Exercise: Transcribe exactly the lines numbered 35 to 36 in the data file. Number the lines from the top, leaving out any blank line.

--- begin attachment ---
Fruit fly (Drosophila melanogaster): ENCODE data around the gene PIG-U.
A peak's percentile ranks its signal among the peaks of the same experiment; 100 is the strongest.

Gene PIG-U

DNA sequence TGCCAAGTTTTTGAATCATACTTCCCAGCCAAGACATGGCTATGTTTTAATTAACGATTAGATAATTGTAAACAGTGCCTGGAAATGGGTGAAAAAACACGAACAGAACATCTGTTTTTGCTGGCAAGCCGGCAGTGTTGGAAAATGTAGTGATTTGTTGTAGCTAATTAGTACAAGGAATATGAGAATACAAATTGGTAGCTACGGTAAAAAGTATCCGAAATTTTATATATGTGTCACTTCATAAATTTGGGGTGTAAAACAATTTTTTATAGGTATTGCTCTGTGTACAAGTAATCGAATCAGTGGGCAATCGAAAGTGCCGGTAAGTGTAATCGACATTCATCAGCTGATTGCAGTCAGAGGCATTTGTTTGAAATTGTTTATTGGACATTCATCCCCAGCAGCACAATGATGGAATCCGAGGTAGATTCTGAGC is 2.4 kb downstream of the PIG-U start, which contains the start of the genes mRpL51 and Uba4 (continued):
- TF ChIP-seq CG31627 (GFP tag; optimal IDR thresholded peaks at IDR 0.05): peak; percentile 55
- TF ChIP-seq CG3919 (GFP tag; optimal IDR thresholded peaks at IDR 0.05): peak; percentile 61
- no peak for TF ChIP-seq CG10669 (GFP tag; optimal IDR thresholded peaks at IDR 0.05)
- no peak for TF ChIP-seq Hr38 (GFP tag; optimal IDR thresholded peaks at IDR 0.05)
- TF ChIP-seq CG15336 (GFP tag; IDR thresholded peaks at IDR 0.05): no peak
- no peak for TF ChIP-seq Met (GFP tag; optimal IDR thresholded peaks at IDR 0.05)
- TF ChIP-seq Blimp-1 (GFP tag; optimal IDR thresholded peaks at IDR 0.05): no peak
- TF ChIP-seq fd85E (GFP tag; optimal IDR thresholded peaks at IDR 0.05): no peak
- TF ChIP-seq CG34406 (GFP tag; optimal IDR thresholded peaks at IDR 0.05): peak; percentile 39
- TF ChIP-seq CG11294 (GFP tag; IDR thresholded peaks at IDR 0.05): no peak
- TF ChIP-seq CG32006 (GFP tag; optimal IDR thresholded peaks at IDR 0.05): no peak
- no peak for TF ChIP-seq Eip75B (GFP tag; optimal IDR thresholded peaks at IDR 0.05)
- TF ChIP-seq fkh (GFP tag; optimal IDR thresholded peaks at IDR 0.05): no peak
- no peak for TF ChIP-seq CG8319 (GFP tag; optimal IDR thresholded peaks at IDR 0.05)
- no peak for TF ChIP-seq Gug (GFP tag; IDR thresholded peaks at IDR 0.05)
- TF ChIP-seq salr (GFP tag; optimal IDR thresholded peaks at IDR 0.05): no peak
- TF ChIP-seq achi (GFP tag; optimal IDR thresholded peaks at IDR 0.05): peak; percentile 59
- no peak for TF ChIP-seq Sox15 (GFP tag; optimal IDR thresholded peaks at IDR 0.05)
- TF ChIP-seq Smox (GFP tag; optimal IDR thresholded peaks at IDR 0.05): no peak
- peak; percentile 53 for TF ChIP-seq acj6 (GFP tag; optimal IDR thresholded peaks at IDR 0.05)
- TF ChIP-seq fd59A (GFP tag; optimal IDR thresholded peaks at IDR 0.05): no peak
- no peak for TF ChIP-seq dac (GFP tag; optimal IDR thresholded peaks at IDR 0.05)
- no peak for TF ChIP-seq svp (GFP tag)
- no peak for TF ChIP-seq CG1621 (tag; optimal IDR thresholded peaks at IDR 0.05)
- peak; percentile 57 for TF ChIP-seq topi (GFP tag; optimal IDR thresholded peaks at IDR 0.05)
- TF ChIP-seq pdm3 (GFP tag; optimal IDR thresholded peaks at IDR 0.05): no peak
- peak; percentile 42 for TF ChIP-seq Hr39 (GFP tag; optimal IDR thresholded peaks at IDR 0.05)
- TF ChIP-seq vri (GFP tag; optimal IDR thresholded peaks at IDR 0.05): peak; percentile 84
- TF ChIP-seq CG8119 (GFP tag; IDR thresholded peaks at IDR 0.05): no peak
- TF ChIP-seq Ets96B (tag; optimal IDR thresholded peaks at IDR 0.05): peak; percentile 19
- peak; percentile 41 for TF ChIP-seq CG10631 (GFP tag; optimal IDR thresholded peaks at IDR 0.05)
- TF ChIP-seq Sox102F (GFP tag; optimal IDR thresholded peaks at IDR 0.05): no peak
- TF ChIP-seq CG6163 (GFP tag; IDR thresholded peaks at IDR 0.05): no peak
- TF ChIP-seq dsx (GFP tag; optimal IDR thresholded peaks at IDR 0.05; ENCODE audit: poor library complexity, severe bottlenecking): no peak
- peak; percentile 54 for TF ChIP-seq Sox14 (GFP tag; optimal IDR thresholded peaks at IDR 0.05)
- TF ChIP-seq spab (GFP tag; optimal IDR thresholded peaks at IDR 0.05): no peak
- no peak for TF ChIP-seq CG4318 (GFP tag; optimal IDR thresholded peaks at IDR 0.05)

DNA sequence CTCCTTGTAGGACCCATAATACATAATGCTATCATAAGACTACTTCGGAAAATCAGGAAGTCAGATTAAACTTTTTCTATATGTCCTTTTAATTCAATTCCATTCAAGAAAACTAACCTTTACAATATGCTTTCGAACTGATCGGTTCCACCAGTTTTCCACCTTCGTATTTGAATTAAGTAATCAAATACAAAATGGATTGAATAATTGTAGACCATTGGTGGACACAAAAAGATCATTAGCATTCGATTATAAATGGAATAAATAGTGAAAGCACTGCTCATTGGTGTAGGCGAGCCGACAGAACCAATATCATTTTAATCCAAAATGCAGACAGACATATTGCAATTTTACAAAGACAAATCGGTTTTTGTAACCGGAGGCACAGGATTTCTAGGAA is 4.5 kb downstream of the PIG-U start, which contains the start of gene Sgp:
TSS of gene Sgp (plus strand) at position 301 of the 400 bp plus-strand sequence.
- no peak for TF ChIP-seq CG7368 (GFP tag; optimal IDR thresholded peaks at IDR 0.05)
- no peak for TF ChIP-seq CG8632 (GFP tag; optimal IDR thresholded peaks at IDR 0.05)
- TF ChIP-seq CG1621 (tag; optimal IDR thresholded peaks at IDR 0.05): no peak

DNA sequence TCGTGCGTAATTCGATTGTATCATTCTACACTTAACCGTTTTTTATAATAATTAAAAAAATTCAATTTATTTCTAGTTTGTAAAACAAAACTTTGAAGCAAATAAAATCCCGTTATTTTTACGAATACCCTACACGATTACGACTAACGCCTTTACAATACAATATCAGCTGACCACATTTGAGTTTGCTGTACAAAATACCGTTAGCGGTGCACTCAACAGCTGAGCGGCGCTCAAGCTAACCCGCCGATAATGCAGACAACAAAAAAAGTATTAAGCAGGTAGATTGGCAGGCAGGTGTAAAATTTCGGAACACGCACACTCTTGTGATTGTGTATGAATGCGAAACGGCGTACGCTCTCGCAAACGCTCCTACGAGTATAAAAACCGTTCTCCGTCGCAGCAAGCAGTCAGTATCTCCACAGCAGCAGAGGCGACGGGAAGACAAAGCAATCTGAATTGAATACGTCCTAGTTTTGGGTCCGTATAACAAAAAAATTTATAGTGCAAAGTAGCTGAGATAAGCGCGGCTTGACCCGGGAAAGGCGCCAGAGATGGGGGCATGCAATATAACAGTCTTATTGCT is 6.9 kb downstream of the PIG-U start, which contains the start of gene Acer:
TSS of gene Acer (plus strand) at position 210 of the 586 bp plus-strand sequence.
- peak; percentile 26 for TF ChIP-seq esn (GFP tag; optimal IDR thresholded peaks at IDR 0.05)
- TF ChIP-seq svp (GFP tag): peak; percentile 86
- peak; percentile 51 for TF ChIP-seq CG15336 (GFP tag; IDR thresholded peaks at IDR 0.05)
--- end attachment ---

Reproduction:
- peak; percentile 41 for TF ChIP-seq CG10631 (GFP tag; optimal IDR thresholded peaks at IDR 0.05)
- TF ChIP-seq Sox102F (GFP tag; optimal IDR thresholded peaks at IDR 0.05): no peak